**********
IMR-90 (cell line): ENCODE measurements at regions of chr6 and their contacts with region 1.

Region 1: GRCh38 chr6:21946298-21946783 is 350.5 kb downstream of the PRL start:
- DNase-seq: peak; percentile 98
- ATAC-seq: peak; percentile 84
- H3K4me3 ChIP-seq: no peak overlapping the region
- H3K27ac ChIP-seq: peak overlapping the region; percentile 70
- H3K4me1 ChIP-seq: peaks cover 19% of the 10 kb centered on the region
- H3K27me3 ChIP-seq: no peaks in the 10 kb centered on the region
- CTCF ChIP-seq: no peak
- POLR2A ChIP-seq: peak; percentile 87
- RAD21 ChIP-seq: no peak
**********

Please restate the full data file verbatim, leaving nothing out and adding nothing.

IMR-90 (cell line): ENCODE measurements at regions of chr6 and their contacts with region 1.

Region 1: GRCh38 chr6:21946298-21946783 is 350.5 kb downstream of the PRL start:
- DNase-seq: peak; percentile 98
- ATAC-seq: peak; percentile 84
- H3K4me3 ChIP-seq: no peak overlapping the region
- H3K27ac ChIP-seq: peak overlapping the region; percentile 70
- H3K4me1 ChIP-seq: peaks cover 19% of the 10 kb centered on the region
- H3K27me3 ChIP-seq: no peaks in the 10 kb centered on the region
- CTCF ChIP-seq: no peak
- POLR2A ChIP-seq: peak; percentile 87
- RAD21 ChIP-seq: no peak